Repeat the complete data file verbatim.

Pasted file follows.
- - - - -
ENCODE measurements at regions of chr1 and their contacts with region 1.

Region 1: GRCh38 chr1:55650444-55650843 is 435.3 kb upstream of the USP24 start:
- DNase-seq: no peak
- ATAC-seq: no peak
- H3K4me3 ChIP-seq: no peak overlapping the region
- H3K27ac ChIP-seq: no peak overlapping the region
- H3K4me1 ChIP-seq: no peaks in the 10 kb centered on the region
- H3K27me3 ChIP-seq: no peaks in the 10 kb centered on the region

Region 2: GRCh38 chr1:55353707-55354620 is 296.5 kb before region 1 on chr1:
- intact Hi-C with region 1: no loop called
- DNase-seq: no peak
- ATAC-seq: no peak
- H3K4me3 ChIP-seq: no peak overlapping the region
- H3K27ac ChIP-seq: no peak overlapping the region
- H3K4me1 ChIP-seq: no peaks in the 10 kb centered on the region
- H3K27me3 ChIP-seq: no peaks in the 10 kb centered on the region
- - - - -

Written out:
ENCODE measurements at regions of chr1 and their contacts with region 1.

Region 1: GRCh38 chr1:55650444-55650843 is 435.3 kb upstream of the USP24 start:
- DNase-seq: no peak
- ATAC-seq: no peak
- H3K4me3 ChIP-seq: no peak overlapping the region
- H3K27ac ChIP-seq: no peak overlapping the region
- H3K4me1 ChIP-seq: no peaks in the 10 kb centered on the region
- H3K27me3 ChIP-seq: no peaks in the 10 kb centered on the region

Region 2: GRCh38 chr1:55353707-55354620 is 296.5 kb before region 1 on chr1:
- intact Hi-C with region 1: no loop called
- DNase-seq: no peak
- ATAC-seq: no peak
- H3K4me3 ChIP-seq: no peak overlapping the region
- H3K27ac ChIP-seq: no peak overlapping the region
- H3K4me1 ChIP-seq: no peaks in the 10 kb centered on the region
- H3K27me3 ChIP-seq: no peaks in the 10 kb centered on the region